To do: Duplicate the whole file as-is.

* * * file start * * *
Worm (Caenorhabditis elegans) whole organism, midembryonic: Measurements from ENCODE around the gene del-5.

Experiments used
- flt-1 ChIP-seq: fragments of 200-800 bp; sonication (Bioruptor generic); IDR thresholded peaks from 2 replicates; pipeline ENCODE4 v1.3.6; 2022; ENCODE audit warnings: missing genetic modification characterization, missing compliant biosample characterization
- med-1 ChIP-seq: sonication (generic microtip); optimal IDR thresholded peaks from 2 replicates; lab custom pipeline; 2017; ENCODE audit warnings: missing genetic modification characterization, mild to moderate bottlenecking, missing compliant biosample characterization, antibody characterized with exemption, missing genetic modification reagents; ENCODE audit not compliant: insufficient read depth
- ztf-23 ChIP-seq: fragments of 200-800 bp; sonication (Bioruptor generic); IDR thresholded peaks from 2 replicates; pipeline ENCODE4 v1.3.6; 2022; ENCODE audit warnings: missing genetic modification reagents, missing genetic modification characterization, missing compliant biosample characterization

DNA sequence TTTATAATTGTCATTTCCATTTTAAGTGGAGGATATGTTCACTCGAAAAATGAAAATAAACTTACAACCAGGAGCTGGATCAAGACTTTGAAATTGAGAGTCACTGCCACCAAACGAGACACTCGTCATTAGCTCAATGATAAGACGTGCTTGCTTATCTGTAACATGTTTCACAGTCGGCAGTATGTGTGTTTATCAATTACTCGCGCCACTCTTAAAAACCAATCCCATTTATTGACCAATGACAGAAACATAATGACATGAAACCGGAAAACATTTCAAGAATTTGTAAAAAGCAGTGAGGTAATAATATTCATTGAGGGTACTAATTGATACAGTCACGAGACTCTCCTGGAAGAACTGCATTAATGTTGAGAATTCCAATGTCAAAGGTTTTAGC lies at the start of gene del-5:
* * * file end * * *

Worm (Caenorhabditis elegans) whole organism, midembryonic: Measurements from ENCODE around the gene del-5.

Experiments used
- flt-1 ChIP-seq: fragments of 200-800 bp; sonication (Bioruptor generic); IDR thresholded peaks from 2 replicates; pipeline ENCODE4 v1.3.6; 2022; ENCODE audit warnings: missing genetic modification characterization, missing compliant biosample characterization
- med-1 ChIP-seq: sonication (generic microtip); optimal IDR thresholded peaks from 2 replicates; lab custom pipeline; 2017; ENCODE audit warnings: missing genetic modification characterization, mild to moderate bottlenecking, missing compliant biosample characterization, antibody characterized with exemption, missing genetic modification reagents; ENCODE audit not compliant: insufficient read depth
- ztf-23 ChIP-seq: fragments of 200-800 bp; sonication (Bioruptor generic); IDR thresholded peaks from 2 replicates; pipeline ENCODE4 v1.3.6; 2022; ENCODE audit warnings: missing genetic modification reagents, missing genetic modification characterization, missing compliant biosample characterization

DNA sequence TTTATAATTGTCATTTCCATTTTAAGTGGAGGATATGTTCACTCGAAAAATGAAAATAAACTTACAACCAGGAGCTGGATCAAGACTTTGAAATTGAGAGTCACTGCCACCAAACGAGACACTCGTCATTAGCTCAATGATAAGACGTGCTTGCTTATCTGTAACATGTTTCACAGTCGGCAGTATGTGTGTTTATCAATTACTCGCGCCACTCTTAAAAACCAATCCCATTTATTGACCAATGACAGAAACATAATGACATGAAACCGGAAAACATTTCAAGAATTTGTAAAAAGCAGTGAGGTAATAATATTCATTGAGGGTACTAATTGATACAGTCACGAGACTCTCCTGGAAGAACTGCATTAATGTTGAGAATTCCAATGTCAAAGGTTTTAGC lies at the start of gene del-5: